faking the real: postures in palestine

A modern aesthetic rebellion against bourgeois existence. Its an ambiguous rhetoric, an in-between, between aesthetic and political radicalism that never commits to either; like the British promising the same dunams of land to jew and arab. As protest, it is often faking the real, especially when articulated by “committed” artists; the emobodies paradox of being conscious of their lyric and melody andbeing caught up in the heat, the passion of confrontation with the other, a welcome respite from self where one can slip from aesthetic posturing to political gesture.

The Separation Wall itself, and its reluctance to submit to demise, acts as a monolithic identity; the natural foil of the poet, serving as pretext for him or her to open up new creative possibilities with this affective otherness, escaping from semantic demands of what they see as the ego of the Old Testament, the vibrancy and immediacy of this god, anathema to the atheist, yet intrinsic to their own identity; to deny the existence y’know, with the one that created the world, that one; and it allows the other, this other to be felt, to break into the psychic frozenness, not as some vague discursive effect, but like a sharp knife that jabs the ego’s emotional defenses, exposing its own triviality and inherent inability to blandly know anything more than empty shop talk.

The poet is a faker
Who’s so good at his act
He even fakes the pain
Of pain he feels in fact.

And those who read his words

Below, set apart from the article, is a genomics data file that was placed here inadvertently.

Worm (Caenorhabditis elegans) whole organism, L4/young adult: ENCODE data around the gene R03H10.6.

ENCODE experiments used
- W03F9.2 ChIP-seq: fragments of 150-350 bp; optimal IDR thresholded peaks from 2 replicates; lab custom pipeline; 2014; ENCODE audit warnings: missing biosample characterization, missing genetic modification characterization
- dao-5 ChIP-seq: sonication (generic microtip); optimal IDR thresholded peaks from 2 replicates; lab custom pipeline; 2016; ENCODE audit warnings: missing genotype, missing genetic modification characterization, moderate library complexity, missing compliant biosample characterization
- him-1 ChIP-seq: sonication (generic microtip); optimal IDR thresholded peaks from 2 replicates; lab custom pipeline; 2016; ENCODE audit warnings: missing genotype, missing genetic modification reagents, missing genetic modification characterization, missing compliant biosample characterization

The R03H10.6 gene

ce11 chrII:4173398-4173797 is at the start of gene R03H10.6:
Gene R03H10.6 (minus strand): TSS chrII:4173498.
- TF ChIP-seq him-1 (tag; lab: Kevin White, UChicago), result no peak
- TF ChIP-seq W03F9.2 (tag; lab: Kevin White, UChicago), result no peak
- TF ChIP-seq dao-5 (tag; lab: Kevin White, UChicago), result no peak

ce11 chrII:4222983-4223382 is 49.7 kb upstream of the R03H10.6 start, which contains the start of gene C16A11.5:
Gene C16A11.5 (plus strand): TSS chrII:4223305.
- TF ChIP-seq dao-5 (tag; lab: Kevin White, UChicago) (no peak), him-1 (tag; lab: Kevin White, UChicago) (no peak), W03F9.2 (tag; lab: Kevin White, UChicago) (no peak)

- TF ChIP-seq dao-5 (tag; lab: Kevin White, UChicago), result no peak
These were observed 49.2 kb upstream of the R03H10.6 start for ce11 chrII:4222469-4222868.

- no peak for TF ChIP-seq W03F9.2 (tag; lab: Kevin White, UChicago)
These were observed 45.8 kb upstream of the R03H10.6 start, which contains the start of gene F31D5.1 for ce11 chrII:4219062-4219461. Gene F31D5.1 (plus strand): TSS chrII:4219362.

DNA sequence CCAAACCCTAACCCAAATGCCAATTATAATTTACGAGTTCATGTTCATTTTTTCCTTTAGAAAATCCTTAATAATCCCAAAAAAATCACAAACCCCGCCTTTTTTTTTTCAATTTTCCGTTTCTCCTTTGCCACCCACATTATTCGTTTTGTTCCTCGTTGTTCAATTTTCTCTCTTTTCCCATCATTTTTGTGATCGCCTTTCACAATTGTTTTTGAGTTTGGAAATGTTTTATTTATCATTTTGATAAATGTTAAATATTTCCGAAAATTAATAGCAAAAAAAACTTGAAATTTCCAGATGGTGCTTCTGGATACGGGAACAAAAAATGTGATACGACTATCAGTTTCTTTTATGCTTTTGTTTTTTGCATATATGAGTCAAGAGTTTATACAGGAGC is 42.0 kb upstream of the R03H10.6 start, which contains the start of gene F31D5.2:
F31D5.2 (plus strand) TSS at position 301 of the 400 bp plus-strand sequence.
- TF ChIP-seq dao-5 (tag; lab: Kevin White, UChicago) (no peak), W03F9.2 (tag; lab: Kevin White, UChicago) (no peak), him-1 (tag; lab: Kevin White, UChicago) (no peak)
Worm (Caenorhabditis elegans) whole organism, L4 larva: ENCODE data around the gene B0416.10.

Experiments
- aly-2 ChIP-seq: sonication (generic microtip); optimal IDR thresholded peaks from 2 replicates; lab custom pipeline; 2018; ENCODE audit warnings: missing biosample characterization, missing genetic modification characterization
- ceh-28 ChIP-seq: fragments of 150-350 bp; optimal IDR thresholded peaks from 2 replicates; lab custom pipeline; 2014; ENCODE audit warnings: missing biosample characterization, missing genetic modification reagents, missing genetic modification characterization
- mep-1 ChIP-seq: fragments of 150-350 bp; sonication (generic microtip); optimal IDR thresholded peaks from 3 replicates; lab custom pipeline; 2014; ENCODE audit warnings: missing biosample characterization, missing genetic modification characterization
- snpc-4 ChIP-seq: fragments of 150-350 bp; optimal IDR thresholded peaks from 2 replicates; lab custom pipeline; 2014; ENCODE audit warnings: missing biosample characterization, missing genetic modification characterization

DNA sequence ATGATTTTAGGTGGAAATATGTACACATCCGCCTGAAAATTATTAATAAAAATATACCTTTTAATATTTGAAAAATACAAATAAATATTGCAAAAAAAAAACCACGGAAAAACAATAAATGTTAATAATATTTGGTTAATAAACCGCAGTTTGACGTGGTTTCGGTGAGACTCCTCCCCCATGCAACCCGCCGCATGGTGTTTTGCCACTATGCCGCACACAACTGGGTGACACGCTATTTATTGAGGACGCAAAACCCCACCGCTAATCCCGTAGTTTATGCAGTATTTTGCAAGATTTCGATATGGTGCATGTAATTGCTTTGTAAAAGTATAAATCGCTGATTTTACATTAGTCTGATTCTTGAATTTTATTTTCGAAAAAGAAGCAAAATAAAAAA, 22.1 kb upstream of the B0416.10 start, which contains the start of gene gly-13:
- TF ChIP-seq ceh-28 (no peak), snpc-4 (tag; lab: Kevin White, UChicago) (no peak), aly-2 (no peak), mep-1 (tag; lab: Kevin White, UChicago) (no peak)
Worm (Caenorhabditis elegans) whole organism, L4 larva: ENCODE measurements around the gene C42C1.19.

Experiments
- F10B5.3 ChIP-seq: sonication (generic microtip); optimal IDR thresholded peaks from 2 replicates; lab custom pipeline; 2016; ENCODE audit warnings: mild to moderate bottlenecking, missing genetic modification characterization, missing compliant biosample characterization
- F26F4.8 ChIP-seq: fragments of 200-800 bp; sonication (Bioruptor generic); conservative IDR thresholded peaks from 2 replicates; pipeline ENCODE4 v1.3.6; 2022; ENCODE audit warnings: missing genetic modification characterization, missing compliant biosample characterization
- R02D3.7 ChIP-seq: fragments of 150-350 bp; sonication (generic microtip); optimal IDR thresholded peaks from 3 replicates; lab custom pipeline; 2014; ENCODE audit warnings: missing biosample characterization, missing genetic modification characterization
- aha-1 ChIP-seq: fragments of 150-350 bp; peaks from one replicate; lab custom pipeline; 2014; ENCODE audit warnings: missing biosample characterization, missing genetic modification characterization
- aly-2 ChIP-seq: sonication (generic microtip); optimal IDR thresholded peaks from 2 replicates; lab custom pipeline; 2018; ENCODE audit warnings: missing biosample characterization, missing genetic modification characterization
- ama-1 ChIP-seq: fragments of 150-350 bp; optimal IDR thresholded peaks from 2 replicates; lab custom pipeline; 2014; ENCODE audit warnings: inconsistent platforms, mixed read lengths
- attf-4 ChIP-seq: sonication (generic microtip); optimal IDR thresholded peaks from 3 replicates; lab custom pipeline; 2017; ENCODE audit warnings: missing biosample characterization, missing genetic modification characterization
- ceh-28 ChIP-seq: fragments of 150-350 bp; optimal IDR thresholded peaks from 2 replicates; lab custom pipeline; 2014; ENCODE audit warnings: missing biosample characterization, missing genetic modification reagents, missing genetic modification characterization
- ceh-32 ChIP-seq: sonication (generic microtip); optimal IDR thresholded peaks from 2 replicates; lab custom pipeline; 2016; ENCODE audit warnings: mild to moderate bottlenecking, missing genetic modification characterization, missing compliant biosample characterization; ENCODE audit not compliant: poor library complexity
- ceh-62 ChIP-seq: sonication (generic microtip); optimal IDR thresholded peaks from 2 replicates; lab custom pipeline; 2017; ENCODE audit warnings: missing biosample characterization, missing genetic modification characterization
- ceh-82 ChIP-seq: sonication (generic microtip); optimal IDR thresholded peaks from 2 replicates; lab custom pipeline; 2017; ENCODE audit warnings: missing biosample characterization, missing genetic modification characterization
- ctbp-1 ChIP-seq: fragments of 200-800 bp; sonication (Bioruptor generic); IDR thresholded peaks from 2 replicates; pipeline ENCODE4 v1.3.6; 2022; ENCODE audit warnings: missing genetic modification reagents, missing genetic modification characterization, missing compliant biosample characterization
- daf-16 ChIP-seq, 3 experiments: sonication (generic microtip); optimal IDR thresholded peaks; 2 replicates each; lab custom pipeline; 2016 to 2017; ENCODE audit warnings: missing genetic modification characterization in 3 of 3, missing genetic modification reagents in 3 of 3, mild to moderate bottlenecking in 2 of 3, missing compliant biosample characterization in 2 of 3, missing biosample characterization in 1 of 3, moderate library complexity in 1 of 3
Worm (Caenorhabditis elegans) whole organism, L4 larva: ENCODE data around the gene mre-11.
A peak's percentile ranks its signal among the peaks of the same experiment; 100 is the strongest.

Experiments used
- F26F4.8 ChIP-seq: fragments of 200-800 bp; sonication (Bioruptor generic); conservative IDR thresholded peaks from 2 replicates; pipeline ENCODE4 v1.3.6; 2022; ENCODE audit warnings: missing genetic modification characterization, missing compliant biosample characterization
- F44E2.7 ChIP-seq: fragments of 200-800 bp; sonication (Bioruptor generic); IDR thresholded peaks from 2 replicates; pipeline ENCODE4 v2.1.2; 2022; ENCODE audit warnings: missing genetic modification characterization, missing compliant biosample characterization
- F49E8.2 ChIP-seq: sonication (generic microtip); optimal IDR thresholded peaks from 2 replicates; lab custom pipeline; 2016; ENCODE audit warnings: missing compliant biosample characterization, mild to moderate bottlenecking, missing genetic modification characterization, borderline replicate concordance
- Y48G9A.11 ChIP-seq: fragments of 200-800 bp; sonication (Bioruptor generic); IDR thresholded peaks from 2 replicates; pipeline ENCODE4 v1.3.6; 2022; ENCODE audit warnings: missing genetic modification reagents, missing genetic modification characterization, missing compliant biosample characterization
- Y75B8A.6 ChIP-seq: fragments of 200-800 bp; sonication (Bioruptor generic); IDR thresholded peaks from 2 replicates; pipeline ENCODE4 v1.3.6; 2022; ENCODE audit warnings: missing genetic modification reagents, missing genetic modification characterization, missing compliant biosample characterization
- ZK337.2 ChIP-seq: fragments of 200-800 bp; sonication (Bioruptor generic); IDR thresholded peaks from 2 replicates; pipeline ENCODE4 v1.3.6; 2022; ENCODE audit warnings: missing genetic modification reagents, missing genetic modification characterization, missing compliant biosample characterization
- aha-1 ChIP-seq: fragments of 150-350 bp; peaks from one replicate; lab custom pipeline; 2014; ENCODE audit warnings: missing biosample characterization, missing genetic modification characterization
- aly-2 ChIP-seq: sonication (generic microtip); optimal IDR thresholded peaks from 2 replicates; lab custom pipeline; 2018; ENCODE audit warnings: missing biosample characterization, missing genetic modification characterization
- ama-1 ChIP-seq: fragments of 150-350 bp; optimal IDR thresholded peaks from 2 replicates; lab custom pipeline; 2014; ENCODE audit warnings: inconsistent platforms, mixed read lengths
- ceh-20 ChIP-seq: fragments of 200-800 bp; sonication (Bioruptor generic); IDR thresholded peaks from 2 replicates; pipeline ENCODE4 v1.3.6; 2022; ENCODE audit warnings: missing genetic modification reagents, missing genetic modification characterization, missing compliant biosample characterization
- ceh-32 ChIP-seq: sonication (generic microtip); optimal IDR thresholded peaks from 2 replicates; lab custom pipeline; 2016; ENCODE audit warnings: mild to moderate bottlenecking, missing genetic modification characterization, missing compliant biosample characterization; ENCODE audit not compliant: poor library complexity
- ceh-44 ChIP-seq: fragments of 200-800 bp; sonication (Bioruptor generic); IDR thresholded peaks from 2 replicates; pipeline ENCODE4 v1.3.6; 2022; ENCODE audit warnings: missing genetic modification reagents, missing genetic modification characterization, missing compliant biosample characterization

Will feel in what he wrote
Neither of the pains he has
But just the one they don’t. ( Pessoa )

Soren Keikegaard:  “art is missing home, even when we are at home. in order to do so, one must be an expert in delusions.”

—K. could become innocent by acquiring the lacking concepts. Then, actual acquittal would be just despite his guilt when arrested. His trial tests whether he is likely to experience intrinsically correct emotions. Guilt would be objective, independent of any finding by the Court. K.’s guilt entails his lacking any such concept of absolute guilt. He is convinced that guilt depends entirely on the Court, is altogether a matter of authority. This is K.’s delusion concerning his relation to the Court and the Law, the delusion illustrated by the legend, “Before the Law.”—Read More:http://lamar.colostate.edu/~rwjordan/W-AcqIn.HTML image: Jewish Voices for Peace

Maybe its just an anguish that results in an ecstatic song, which when distilled is an empty rhetoric; stuffy warm air as an egoistic defense. An “a-ha” moment of the supreme pleasure when one discovers and realizes the non-existent as Oscar Wilde pronounced on the phenomenon of fractured identities, fragmented pieces of philosophical and aesthetic ideas that allow the subject to feel himself, to experience the kind of affective self identity and to engage in a little role playing, tampering with multiple singularity; after all being a poet means being more than one person in a basic, significant and fundamental tissue  the individual’s ego and identity, the poetic voice would need heavy sedation to be reduced to the governance of the ego. Put it down to irrational aesthetics of post-post modernism…